Why Users Should Never Auto-fill Forms: Browser Exploit Overview

Life is hectic. As a result, we all look for ways to eliminate inconvenience, ease our stress levels, and save precious time. However, some comforts might come at too high of a price. Unfortunately, the auto-fill function on your browser might be a more of a risky convenience than most people realize. For years, security insiders have argued the dangers of the auto-fill function: the handy tool that automatically provides your name, address, phone number, and such for web page forms. It turns out, they are right.

How Auto-fill Makes You Vulnerable

Princeton University’s Center for Information Technology Policy has published research showing how attackers are using code to exploit browser login managers (the auto-fill feature). They tested this vulnerability on Chrome, Firefox, Internet Explorer, Edge, and Safari. Here’s how it works: a user fills a login form on a web page, then sets the browser login manager to save that login information. When the browser next encounters a form, a third-party script adds invisible fields to an innocent-looking web form. The login manager automatically fills in all the fields, visible or not, gaining the users username, email address, organization name, phone number, street address, and more. The third-party tracking script then sends all of this data to third-party servers to be exploited by attackers.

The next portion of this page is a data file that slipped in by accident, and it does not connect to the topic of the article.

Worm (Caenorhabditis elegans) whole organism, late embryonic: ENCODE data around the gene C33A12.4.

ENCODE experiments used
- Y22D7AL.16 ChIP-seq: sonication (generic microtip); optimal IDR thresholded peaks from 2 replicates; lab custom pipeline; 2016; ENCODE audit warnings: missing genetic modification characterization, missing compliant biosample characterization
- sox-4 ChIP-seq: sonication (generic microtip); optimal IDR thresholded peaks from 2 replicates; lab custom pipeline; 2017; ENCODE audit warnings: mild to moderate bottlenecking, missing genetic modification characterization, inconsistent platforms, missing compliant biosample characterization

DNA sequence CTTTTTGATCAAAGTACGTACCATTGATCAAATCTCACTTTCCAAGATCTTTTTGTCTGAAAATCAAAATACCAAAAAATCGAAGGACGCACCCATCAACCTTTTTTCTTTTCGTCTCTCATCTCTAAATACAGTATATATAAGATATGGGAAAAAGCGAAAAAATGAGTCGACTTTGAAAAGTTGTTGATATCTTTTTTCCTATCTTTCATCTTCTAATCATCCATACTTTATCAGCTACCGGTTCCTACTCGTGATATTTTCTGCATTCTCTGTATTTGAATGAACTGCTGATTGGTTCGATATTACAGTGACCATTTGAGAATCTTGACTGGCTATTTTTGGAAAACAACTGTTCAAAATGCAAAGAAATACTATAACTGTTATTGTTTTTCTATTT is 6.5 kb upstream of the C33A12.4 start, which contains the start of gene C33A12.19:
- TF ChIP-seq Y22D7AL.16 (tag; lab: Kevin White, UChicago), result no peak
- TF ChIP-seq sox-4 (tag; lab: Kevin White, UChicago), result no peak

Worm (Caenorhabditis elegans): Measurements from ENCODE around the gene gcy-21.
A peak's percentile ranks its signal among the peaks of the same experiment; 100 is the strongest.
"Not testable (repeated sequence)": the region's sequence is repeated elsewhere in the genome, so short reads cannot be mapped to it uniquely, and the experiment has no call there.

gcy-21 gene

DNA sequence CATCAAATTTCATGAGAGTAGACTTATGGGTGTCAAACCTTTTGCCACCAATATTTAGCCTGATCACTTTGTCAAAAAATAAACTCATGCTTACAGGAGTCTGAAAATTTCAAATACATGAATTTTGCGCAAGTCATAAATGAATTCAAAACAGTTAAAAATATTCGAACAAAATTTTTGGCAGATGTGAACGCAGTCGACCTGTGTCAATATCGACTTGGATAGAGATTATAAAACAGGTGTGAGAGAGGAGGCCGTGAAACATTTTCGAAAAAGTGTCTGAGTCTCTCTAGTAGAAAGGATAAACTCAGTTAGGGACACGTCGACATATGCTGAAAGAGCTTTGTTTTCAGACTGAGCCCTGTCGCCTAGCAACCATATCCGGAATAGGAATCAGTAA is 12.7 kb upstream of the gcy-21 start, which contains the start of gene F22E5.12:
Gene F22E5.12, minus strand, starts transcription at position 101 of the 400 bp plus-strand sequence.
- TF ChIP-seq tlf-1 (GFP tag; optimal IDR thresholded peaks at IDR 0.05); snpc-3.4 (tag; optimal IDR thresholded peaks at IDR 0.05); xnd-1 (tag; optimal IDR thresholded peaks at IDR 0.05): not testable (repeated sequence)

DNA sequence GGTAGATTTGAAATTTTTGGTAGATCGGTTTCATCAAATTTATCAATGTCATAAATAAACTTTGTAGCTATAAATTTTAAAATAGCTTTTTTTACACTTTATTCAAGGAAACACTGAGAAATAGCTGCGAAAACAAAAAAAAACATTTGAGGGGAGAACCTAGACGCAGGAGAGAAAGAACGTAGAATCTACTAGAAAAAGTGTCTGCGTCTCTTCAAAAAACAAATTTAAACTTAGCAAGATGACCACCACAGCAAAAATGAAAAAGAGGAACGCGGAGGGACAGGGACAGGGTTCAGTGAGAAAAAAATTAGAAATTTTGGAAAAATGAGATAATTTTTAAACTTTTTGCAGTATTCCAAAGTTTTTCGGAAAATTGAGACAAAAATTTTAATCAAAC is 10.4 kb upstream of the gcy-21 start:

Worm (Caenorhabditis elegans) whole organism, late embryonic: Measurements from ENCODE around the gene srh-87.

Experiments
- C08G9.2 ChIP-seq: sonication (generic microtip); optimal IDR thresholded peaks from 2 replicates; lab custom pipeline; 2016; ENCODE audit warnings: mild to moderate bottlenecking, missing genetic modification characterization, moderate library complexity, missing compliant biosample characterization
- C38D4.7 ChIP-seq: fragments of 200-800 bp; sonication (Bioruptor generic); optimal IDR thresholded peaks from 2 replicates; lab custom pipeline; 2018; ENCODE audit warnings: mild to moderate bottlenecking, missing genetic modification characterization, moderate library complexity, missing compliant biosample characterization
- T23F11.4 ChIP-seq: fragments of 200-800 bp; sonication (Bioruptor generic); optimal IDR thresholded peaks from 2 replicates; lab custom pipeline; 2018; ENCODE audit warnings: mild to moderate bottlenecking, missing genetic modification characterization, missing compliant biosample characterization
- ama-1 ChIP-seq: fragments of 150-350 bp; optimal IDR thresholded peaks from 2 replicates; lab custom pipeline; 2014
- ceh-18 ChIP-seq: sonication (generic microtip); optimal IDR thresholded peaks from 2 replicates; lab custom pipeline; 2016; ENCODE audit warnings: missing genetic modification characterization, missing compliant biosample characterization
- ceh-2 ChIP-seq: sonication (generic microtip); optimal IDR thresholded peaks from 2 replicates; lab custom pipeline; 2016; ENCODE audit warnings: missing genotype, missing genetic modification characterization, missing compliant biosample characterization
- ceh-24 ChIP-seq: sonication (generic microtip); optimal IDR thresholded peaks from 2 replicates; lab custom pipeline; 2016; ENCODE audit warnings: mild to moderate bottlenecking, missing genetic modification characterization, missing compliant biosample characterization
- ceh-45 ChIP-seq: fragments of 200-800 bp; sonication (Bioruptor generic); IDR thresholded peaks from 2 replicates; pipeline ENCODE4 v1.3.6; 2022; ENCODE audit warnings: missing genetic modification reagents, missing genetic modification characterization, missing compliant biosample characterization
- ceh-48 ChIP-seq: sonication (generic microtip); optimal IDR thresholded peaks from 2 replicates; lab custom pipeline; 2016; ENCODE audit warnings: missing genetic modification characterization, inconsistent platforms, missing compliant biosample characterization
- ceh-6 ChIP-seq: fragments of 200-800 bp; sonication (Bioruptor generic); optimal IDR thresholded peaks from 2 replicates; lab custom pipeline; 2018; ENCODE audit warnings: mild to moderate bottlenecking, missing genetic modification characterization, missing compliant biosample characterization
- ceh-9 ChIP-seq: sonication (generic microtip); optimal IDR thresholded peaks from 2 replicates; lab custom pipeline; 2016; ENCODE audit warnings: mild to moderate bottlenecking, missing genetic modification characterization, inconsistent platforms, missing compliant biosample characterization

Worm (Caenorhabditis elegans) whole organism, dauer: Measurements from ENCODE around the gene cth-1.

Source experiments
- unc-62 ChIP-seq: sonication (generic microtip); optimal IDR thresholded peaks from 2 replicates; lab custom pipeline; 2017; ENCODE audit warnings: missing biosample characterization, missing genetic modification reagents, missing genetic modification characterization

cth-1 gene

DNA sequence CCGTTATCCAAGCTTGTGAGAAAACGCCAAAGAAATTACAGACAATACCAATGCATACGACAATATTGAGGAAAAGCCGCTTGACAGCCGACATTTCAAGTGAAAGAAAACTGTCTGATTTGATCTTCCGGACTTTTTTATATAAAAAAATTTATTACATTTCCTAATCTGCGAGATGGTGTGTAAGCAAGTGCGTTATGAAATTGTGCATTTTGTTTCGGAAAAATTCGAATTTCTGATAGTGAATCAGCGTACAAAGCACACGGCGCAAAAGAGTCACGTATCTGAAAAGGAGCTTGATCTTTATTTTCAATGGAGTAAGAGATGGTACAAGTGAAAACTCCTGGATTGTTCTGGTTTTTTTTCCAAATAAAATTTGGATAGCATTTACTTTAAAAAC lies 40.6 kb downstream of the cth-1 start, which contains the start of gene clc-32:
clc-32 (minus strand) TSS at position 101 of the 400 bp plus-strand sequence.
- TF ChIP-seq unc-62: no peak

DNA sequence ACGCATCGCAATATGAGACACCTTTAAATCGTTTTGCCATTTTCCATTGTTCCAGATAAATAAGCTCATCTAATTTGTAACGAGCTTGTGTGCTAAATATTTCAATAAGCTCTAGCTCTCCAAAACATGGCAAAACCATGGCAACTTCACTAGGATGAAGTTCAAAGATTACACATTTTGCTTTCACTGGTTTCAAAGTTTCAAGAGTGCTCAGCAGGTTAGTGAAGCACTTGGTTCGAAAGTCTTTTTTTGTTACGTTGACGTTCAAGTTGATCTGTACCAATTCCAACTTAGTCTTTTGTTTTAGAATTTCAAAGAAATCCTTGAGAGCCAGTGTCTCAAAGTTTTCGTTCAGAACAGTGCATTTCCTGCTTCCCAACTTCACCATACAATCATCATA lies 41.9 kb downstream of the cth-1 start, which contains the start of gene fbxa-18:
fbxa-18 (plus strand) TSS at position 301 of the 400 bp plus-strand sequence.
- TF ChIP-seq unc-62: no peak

Protecting Your Users and Your Company

Businesses now need to prevent employees from inadvertently sharing a range of sensitive information that could put the organization at risk. You can certainly install ad-blockers and disable the auto-fill feature on browsers. However, doing so can result in users choosing less complex and easier to remember (less secure) passwords. This side effect highlights perhaps the most important takeaway from this finding—your company is only as safe as your staff’s security awareness. Ongoing, company-wide cybersecurity awareness training is the only way to ensure your staff is on top of new (or newly proven) vulnerabilities.